Wieki Somers, bring back the soul of objects

Their story is a classic, but nonetheless interesting: they meet towards the end of the 90s at the renowned Design Academy of Eindhoven, they start collaborating and after graduating they decide to found a studio together. Two heads are always better than one. Even though in their case there's a frontwoman who speaks and a man who remains in the shadows, in practically perfect balance. Their collaboration is symbiotic.
It was 2003 and the atelier founded in Rotterdam was that of Wieki Somers and Dylan van den Berg. Aesthetics, rigor, study and the ability to innovate soon become their chosen expressive codes, their trademark qualities. Even though their works are always surprisingly different to one another.
A few years ago exhibition "Out of Ordinary" presented at the Boijmans Van Beuningen Museum in the Netherlands detailed their approach, celebrating the duo's rare ability to mix stories and inspirations without ever forgoing an experimental element. Various projects of theirs clearly display the amount of in-depth research inherent in their work: an example is "Mitate", a family of seven floor lamps designed in 2013 for Galerie Kreo in Paris and in which objects are turned into glowing samurai through an unusual perception of space and design.

Today we speak with Wieki, though Dylan - silently - is present throughout the conversation.

You were in Milan for Design Week 2016: how did the city welcome you?

The sunny days were such a pleasant gift! And it was a real pleasure to have a big dinner together with friends, colleagues and clients. At the end of the day this is why it's important to come to Milan each year: it's a chance to meet people. An overload of products is no inspiration, on the contrary. So Fondazione Prada was a nice escape from the circus of design, we enjoyed it.


What did you present on that occasion?

Collection "Still Waters" for Thomas Eyck, a series of five glass vases that poetically represent phases of the water cycle. Also a tea set conceived for Arita, carpet "Pluto" for Nodus and finally, a cabinet in pressed steel for Label Breed.

Is there a thread that connects all these items?

These works represent two primary and interwoven characteristics. Each product challenges the user to adopt a closer relationship with the world of objects for daily use, while at the same time celebrating the manufacturing process through which it took form.


What are your primary sources of inspiration with respect to design?

We're fascinated by the meanings that are unexpectedly hidden behind consolidated habits and situations of daily life. We're interested in how people relate to objects, the spontaneous associations that occur inside a domestic setting, but also the natural world, another great source of inspiration.


What's your greatest aspiration?

We like to think we create products that generate surprise and silence. Objects that are critical, but not too noisy.


Can you describe such a project to us?

A good example is collection "Still Waters" created for Thomas Eyck. We were charged with creating a series of objects connected to the theme of water. We designed a series of five vases, each of which represents a phase in the water cycle and a reflection on the ambiguous relationship between man and nature. This is a subject that is often recurring in our work.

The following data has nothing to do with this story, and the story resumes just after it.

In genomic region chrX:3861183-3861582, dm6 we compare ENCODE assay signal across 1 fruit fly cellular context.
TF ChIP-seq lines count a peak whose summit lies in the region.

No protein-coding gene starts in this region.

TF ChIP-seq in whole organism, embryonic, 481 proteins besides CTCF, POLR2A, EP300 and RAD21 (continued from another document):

Is there an object you wish you had designed?

Something that is far from my abilities. An invention, rather than an object of design. Something that could radically change our lives... Think of what life would be without computers. Something innovative.


What are the primary objectives you and Dylan have set yourselves as designers?

To awaken the hidden qualities of common objects, inviting people to cast a new gaze on the reality that surrounds them on a daily basis. We're always bewildered by how thoughtlessly people interact with the domestic environment in which they live. We'd like to recover and resolve this thoughtlessness and bring back the soul of objects.

Is there a designer or artist with whom you'd like to collaborate?

I am lucky enough to have the privilege of working with Dylan every day. He prefers to remain behind the scenes, but he's completely and constantly present in the research and design processes. Our collaboration is an incessant and fruitful dialogue.


Has there been a crucial point in your career?

Right after I graduated, when I was just 22 years old, I rented a studio in Rotterdam, won a design award and obtained my first project with Droog Design, at the time a decisively innovative and radical movement. From that moment on I decided I would never work for a boss.


If you had to give some honest advice to a young designer who wanted to pursue a career in this field, what would you tell them?

Always question yourself. Remember that design is a mirror of the times. As an antidote to excess, what is required of us is a way of observing, thinking and working in a more conscious manner than the norm, so as to reinforce the connection between people and products. I believe innovation is bred from study and from a socially critical attitude.


How would you define your style?

Our work is a continuous process, an incessant exploration that never ends. We never feel bound to a particular stylistic language, though it's possible to recognize our products from their poetic dimension and our strong attention to detail. The truth is that we always want to surprise ourselves and our clients.


What's your biggest talent?

That's a question you'd better ask our clients, or answer by looking at our projects (she laughs* - *editor's note). 

Photos via wiekisomers.com

Interview by Marzia Nicolini.


Subscribe to our Newsletter